We envisioned a semi-synthetic system that would allow us to bring the ruthenium complex, NLuc, and the pyridinium substrate into close proximity of each other. The Johnsson lab has recently reported semi-synthetic sensors for monitoring drug concentrations (LUCID: luciferase-based indicator of drugs)19,20. LUCID is a dynamic platform with three components fused together: a SNAP protein to conjugate a synthetic linker containing the dye–drug adduct, NLuc for bioluminescence, and a receptor protein that binds the drug. This construct responds to a drug by changing the proximity of the fluorophore to NLuc, and a LUCID developed for methotrexate (MTX) was shown to respond with an EC50 of 85 μM. Inspired by this precedent, we reasoned that an analogous linker containing the ruthenium complex should achieve efficient energy transfer from the NLuc to the ruthenium in an MTX-dependent manner. We further added a 5-mer PNA adjacent to the ruthenium complex for templated reactions (see Fig. 1 and Supplementary Fig. 1 for the explicit structure of the linker). After ligating our linker (BG-(Ru)(PNA)-MTX: (1) to the protein construct (Supplementary Fig. 2), we measured the luminescence emission spectrum in the presence and absence of MTX, testing the efficacy of BRET (Fig. 2 and supplementary Figs. 3 and 4). We observed a new emission band around 610 nm, corresponding to the expected emission wavelength of the Ru(bpy)2phen complex in the absence of MTX. Addition of MTX (100 μM) dramatically reduced the energy transfer from the NLuc to the ruthenium complex, concurring the results reported with LUCID and consistent with the reported EC5019. Based on the quantum yield of Nluc and the spectral overlap of the Nluc emission spectrum and the excitation spectrum of the Ru-complex, we calculated the Forster distance to be 16 Å. Since the energy transfer efficiency between NLuc and the Ru-complex was found to be 0.64, the average distance was estimated to be less than 16 Å.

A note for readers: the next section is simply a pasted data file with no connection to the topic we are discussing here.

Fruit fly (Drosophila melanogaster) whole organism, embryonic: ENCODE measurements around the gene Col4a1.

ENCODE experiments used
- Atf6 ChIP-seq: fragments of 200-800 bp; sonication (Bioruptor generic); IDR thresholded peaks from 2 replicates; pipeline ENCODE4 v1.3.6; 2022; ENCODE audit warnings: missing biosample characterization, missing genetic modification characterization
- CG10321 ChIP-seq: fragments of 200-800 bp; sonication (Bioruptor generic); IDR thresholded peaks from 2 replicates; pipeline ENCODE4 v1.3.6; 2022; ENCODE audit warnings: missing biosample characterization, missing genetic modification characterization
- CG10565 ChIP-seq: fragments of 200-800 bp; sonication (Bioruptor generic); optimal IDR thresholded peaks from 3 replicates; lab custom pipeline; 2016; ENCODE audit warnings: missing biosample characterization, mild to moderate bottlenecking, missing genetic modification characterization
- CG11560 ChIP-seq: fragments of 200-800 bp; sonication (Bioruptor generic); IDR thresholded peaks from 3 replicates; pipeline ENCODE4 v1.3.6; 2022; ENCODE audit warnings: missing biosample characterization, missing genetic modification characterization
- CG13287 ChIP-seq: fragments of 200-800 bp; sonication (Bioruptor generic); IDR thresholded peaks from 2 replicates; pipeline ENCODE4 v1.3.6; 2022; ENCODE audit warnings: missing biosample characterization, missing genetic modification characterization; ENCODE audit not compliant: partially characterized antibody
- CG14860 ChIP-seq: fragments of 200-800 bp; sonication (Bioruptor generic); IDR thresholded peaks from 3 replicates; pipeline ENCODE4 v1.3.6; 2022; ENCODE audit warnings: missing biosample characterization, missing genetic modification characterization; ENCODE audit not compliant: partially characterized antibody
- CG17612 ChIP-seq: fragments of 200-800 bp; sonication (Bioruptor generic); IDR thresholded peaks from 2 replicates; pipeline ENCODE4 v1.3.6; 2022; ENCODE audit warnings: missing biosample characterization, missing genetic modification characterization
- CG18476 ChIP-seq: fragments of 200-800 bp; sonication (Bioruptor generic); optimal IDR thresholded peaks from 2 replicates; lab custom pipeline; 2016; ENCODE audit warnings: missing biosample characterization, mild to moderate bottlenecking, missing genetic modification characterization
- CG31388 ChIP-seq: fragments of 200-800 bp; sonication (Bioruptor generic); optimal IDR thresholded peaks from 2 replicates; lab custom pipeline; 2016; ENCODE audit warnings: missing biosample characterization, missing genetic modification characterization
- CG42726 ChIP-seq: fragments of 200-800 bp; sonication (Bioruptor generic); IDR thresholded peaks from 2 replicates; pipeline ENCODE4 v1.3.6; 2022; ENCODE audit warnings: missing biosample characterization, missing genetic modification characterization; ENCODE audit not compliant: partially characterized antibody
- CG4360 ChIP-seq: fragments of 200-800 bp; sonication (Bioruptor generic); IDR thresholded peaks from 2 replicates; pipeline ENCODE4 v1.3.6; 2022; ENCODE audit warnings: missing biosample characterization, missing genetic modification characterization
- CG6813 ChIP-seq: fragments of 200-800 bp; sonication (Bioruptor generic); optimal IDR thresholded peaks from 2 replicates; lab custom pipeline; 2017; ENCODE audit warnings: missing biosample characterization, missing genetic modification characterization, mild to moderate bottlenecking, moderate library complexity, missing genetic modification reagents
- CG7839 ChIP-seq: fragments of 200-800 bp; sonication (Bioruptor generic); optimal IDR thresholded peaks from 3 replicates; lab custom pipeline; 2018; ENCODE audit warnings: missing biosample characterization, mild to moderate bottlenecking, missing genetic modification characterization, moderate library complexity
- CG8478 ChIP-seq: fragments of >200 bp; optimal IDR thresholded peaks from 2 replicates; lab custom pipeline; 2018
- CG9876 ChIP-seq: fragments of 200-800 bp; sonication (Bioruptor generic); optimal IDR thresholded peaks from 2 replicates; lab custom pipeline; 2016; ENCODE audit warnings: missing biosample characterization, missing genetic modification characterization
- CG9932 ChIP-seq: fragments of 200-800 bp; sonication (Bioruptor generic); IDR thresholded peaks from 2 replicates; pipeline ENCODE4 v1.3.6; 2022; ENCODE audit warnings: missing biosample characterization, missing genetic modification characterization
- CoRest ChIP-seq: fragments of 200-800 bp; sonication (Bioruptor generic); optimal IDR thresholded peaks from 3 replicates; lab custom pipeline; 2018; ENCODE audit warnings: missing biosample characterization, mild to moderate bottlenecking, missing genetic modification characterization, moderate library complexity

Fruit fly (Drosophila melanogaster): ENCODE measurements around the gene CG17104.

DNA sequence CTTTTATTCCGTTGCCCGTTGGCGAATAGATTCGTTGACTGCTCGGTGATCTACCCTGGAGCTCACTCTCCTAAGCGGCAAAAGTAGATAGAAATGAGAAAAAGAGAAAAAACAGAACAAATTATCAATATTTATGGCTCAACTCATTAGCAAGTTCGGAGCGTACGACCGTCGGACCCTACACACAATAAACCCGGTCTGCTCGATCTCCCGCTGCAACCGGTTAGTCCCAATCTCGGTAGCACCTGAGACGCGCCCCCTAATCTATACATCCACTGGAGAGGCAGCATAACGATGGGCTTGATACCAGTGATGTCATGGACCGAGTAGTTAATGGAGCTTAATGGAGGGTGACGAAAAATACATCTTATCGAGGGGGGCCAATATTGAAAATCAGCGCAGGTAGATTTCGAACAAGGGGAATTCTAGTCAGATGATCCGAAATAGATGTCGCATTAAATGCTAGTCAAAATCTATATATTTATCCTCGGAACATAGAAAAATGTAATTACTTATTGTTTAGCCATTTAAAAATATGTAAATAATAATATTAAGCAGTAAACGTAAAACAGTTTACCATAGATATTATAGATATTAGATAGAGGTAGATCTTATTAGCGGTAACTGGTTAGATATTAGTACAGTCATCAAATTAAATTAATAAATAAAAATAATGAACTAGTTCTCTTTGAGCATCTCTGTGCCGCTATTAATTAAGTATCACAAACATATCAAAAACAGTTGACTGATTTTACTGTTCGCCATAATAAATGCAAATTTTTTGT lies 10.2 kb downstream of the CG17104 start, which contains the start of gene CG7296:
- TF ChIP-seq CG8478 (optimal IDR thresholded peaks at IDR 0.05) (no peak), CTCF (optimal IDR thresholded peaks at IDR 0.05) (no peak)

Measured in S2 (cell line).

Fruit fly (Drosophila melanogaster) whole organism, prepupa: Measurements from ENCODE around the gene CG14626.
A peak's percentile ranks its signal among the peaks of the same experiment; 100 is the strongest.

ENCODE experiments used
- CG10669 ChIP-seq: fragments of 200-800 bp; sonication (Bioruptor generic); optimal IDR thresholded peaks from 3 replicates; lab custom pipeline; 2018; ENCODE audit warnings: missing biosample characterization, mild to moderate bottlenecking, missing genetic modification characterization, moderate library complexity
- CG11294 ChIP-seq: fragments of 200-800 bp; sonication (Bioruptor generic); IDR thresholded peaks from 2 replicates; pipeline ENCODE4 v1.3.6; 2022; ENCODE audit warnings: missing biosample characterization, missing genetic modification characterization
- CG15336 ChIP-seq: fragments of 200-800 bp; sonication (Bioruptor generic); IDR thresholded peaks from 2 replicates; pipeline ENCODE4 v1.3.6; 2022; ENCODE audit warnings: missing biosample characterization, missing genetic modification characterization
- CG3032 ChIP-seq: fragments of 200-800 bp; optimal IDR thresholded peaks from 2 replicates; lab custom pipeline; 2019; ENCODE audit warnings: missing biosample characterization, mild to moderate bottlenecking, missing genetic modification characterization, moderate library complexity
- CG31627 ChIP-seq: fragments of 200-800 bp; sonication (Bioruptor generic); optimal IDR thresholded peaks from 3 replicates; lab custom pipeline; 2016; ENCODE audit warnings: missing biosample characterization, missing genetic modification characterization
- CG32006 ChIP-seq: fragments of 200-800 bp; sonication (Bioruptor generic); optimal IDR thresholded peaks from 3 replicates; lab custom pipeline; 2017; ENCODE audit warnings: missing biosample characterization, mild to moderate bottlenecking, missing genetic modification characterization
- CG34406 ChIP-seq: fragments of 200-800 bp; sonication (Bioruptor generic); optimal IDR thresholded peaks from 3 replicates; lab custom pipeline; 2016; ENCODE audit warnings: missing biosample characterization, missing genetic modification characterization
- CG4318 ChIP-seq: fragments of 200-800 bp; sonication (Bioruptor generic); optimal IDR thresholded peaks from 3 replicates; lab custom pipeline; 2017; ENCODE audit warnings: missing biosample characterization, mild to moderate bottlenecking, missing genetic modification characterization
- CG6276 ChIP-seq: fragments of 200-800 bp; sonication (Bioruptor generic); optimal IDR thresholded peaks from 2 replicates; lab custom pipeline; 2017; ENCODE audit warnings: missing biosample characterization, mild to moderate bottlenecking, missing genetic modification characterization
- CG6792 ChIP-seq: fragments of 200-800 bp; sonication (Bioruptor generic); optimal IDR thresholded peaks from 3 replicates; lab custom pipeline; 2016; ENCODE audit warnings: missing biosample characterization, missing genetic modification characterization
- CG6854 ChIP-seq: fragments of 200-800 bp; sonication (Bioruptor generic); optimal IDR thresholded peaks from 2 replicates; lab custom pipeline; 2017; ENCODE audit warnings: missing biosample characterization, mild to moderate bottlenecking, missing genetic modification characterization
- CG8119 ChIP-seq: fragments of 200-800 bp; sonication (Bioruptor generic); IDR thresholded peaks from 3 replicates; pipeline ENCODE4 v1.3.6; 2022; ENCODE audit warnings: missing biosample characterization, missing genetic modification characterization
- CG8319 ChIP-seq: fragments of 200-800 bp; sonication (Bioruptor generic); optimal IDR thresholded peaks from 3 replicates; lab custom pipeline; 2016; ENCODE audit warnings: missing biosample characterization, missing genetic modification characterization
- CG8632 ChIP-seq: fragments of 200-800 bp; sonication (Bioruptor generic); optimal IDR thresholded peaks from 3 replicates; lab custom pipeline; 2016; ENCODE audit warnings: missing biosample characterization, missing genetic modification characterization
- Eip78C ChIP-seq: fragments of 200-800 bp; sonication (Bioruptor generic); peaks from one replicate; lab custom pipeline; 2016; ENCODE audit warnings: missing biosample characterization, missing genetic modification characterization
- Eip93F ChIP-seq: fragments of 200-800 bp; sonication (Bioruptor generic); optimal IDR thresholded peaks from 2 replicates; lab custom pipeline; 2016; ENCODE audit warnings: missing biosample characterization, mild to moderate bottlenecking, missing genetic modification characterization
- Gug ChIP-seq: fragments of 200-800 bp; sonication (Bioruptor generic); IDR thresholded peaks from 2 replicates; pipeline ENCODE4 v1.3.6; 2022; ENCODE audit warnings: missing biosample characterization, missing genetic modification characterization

Photoreductive release of rhodamine with LUPIN